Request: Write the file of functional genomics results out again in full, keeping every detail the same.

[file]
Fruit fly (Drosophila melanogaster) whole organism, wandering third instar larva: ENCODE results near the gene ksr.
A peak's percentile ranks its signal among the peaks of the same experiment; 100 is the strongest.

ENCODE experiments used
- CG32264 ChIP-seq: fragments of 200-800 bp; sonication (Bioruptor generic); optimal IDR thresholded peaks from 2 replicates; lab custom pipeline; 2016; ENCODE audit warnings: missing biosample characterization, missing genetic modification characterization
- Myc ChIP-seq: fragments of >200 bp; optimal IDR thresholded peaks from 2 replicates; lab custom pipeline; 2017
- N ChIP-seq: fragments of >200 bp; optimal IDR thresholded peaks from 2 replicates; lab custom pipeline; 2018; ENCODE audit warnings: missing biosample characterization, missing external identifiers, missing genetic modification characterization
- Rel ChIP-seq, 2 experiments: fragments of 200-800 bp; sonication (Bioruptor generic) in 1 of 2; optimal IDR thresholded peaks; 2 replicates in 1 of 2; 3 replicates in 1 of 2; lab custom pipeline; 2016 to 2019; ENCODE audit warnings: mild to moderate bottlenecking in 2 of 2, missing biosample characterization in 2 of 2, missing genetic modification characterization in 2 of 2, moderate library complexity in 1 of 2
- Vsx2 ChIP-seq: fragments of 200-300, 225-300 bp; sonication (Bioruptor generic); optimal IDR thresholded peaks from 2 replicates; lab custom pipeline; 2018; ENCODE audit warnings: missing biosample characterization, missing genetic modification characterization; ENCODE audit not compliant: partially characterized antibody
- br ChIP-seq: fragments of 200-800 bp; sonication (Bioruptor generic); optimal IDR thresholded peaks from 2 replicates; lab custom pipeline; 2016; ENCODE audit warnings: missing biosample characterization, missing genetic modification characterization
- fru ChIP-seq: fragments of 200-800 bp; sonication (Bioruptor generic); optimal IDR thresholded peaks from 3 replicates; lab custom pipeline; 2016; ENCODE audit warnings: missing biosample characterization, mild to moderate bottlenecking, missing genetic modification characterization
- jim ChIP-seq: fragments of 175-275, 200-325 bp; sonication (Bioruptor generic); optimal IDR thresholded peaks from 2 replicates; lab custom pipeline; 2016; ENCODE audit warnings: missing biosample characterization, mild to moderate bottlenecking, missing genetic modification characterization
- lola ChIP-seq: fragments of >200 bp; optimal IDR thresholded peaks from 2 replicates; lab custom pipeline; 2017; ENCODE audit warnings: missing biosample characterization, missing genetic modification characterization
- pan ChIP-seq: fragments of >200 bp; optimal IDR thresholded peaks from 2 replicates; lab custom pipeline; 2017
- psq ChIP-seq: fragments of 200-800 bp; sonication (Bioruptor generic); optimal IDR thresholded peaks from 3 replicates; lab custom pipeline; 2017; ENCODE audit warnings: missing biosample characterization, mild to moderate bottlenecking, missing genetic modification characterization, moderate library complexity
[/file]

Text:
Fruit fly (Drosophila melanogaster) whole organism, wandering third instar larva: ENCODE results near the gene ksr.
A peak's percentile ranks its signal among the peaks of the same experiment; 100 is the strongest.

ENCODE experiments used
- CG32264 ChIP-seq: fragments of 200-800 bp; sonication (Bioruptor generic); optimal IDR thresholded peaks from 2 replicates; lab custom pipeline; 2016; ENCODE audit warnings: missing biosample characterization, missing genetic modification characterization
- Myc ChIP-seq: fragments of >200 bp; optimal IDR thresholded peaks from 2 replicates; lab custom pipeline; 2017
- N ChIP-seq: fragments of >200 bp; optimal IDR thresholded peaks from 2 replicates; lab custom pipeline; 2018; ENCODE audit warnings: missing biosample characterization, missing external identifiers, missing genetic modification characterization
- Rel ChIP-seq, 2 experiments: fragments of 200-800 bp; sonication (Bioruptor generic) in 1 of 2; optimal IDR thresholded peaks; 2 replicates in 1 of 2; 3 replicates in 1 of 2; lab custom pipeline; 2016 to 2019; ENCODE audit warnings: mild to moderate bottlenecking in 2 of 2, missing biosample characterization in 2 of 2, missing genetic modification characterization in 2 of 2, moderate library complexity in 1 of 2
- Vsx2 ChIP-seq: fragments of 200-300, 225-300 bp; sonication (Bioruptor generic); optimal IDR thresholded peaks from 2 replicates; lab custom pipeline; 2018; ENCODE audit warnings: missing biosample characterization, missing genetic modification characterization; ENCODE audit not compliant: partially characterized antibody
- br ChIP-seq: fragments of 200-800 bp; sonication (Bioruptor generic); optimal IDR thresholded peaks from 2 replicates; lab custom pipeline; 2016; ENCODE audit warnings: missing biosample characterization, missing genetic modification characterization
- fru ChIP-seq: fragments of 200-800 bp; sonication (Bioruptor generic); optimal IDR thresholded peaks from 3 replicates; lab custom pipeline; 2016; ENCODE audit warnings: missing biosample characterization, mild to moderate bottlenecking, missing genetic modification characterization
- jim ChIP-seq: fragments of 175-275, 200-325 bp; sonication (Bioruptor generic); optimal IDR thresholded peaks from 2 replicates; lab custom pipeline; 2016; ENCODE audit warnings: missing biosample characterization, mild to moderate bottlenecking, missing genetic modification characterization
- lola ChIP-seq: fragments of >200 bp; optimal IDR thresholded peaks from 2 replicates; lab custom pipeline; 2017; ENCODE audit warnings: missing biosample characterization, missing genetic modification characterization
- pan ChIP-seq: fragments of >200 bp; optimal IDR thresholded peaks from 2 replicates; lab custom pipeline; 2017
- psq ChIP-seq: fragments of 200-800 bp; sonication (Bioruptor generic); optimal IDR thresholded peaks from 3 replicates; lab custom pipeline; 2017; ENCODE audit warnings: missing biosample characterization, mild to moderate bottlenecking, missing genetic modification characterization, moderate library complexity